Carter v. StateAnnotate this Case
10 Md. App. 50 (1970)
267 A.2d 743
LAWRENCE G. CARTER v. STATE OF MARYLAND.
No. 385, September Term, 1969.
Court of Special Appeals of Maryland.
Decided July 21, 1970.
The cause was argued before MURPHY, C.J., and ANDERSON, MORTON, ORTH, and THOMPSON, JJ.
Frank B. Cahn, II, for appellant.
Robert A. DiCicco, Assistant Attorney General, with whom were Francis B. Burch, Attorney General, Charles E. Moylan, Jr., State's Attorney for Baltimore City, and *52 Stephen E. Harris, Assistant State's Attorney for Baltimore City, on the brief, for appellee.
THOMPSON, J., delivered the opinion of the Court.
Lawrence G. Carter, the appellant, was convicted of receiving stolen goods in the Criminal Court of Baltimore by Judge David Ross presiding without a jury. The sentence was one year imprisonment.
It was stipulated that the home of one Newton Stumpf was broken into on January 15, 1969, by a person or persons unknown and certain items stolen, among which was a .22 caliber automatic pistol, valued at $40.
David Bloom, a 15 year old at the time of the crime, admitted breaking into the Stumpf home on January 15, 1969, stealing among other items the .22 caliber automatic pistol. Later in the day, on Eastern Avenue, Bloom was introduced to Carter by a mutual friend, and discussed the sale of the pistol. The same evening Bloom met Carter in the rest room of a local restaurant and completed the sale at the price of $30. Bloom did not think he had told Carter the gun was stolen, nor had appellant inquired about the source of the merchandise. On cross-examination, Bloom admitted that he had been granted immunity from prosecution for the breaking in this case if he would testify. He also admitted that he had been convicted for another felony, burglary, committed after the Stumpf crime, but before the trial.
Officer Ralph Wright of the Baltimore City Police Department testified concerning Carter's arrest. Officer Wright said he received certain information concerning the breaking, and based on that information, obtained two warrants, including one for the appellant. Wright approached Carter on the street on January 20, informed him of the warrant for his arrest, but allowed him to remain at large for two days because his mother-in-law was dying.
Carter testified in his own defense, stating he was 22 years of age, had completed high school, attended one *53 semester of college, and was currently employed by a hardware company as a repairman. Appellant denied having even seen Bloom before that day in court, knowing the friend who purportedly introduced him to Bloom, and denied all connection with the purchase of the stolen pistol. Although he was arrested around January 20, 1969, (about five days after the alleged sale), appellant was unable to account for his whereabouts on January 15. He did not know what day of the week it was, whether he had been at work or not, and assuming he had been at work, was unable to explain what he did or where he had been, claiming that since he worked on a traveling repair truck he worked all over the city.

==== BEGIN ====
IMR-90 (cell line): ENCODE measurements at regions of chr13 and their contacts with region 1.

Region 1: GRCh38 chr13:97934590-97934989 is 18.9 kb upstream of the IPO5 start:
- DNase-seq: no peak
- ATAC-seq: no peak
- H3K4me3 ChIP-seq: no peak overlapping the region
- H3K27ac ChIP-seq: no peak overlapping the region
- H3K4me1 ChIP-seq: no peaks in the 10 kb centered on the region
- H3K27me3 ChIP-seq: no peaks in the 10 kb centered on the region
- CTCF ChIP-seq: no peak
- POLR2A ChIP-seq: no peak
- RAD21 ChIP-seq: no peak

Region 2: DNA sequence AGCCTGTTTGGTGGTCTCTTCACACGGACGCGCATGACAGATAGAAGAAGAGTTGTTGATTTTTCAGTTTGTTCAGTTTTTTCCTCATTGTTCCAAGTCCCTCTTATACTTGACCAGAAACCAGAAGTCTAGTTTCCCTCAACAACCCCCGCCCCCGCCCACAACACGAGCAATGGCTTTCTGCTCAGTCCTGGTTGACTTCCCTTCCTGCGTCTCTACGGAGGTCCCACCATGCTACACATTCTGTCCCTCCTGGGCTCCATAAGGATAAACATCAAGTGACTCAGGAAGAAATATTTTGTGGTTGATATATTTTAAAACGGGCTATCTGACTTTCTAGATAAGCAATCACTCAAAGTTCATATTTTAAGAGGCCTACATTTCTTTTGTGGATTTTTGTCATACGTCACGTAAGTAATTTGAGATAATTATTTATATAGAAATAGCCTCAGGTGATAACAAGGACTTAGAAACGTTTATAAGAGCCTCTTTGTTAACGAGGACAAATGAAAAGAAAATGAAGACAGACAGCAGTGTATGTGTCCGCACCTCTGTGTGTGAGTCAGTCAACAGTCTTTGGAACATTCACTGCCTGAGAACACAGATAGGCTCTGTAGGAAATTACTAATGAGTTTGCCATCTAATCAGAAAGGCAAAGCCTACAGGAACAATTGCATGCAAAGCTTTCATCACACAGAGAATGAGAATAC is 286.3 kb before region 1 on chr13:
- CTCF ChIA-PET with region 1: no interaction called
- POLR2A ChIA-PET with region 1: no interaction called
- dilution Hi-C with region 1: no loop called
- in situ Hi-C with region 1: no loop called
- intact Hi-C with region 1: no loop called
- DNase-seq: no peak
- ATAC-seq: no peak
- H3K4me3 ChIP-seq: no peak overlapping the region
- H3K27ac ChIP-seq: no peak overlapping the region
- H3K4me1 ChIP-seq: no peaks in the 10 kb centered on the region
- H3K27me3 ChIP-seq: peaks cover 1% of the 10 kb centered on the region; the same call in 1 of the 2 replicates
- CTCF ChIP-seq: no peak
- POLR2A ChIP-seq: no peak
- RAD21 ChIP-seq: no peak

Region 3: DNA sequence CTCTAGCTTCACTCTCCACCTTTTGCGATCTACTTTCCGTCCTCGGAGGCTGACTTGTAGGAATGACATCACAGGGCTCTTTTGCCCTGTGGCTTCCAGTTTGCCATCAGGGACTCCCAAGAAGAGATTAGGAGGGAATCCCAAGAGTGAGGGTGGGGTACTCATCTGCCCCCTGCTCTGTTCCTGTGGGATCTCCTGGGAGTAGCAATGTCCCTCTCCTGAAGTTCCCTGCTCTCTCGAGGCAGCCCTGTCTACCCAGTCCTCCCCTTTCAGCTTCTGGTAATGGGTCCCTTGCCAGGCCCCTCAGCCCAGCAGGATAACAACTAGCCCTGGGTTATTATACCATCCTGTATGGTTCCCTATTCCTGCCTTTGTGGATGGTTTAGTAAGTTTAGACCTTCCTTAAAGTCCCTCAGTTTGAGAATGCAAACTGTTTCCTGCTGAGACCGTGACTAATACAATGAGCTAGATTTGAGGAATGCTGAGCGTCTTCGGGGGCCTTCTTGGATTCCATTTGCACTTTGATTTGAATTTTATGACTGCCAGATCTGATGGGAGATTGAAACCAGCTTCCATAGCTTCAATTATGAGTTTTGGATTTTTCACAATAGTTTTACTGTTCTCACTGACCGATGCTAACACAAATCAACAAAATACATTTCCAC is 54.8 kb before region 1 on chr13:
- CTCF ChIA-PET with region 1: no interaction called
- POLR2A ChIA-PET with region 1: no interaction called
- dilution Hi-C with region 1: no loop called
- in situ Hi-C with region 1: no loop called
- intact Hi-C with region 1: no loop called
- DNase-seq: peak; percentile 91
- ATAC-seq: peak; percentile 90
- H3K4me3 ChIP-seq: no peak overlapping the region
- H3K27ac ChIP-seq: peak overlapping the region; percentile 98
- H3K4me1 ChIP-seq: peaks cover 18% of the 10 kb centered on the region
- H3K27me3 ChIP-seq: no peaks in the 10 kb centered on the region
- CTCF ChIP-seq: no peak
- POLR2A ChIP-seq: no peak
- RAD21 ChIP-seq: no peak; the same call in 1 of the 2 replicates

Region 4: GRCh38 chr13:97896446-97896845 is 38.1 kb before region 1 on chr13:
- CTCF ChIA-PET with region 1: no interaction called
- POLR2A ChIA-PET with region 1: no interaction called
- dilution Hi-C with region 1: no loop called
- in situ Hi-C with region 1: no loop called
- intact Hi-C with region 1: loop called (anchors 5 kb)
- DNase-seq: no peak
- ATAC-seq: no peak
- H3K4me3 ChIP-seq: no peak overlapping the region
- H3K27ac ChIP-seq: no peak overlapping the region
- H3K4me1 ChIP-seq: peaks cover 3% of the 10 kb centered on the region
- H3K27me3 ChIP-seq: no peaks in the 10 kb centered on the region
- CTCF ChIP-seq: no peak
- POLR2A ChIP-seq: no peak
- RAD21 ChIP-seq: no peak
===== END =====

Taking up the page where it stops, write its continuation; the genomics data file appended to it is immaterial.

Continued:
Appellant contends there was insufficient evidence to support his conviction. There is no disagreement between the State and the appellant as to the four elements of receiving stolen goods:
(1) The property must be received;
(2) At the time of receipt it must be stolen property;
(3) The receiver must have guilty knowledge that it is stolen property; and
(4) The receiver's intent must be fraudulent. Cobb v. State, 2 Md. App. 230, 234 A.2d 155. Appellant directs his insufficiency contention primarily to the third element claiming there is no proof of his guilty knowledge that the goods were stolen.
The trial judge, as the finder of facts, believed the witness Bloom that he had in fact stolen the gun and sold it to Carter and found the circumstances of the sale sufficient to show a guilty knowledge or scienter, on the part of the purchaser, Carter. He pointed to Carter's unconvincing denial of the purchase to support his finding.
Generally, disbelieving evidence provides no basis for finding evidence to the contrary; however, there is an exception involving scienter or guilty knowledge, i.e., reasons for disbelieving a denial of scienter may provide a basis for finding scienter. Hayette v. State, 199 Md. 140, 85 A.2d 790; Moore v. State, 199 Md. 676, 87 A.2d 577, 579-80; Brown v. State, 200 Md. 211, 88 A.2d 469; Ferraro *54 v. State, 200 Md. 274, 89 A.2d 628, 630; Wild v. State, 201 Md. 73, 92 A.2d 759, 761; King v. State, 201 Md. 303, 93 A.2d 556, 559; Shockley v. State, 218 Md. 491, 148 A.2d 371, 374; Bell v. State, 220 Md. 75, 150 A.2d 908, 912; Kolker v. State, 230 Md. 157, 186 A.2d 212, 213; Boone v. State, 2 Md. App. 80, 233 A.2d 476, 494; Fisher v. State, 5 Md. App. 155, 245 A.2d 624, 626; Williams v. State, 7 Md. App. 5, 252 A.2d 880, 885; and Wilson v. State, 7 Md. App. 41, 253 A.2d 439, 445. However, although this rule has been often repeated, the boundaries of its application have not been delineated.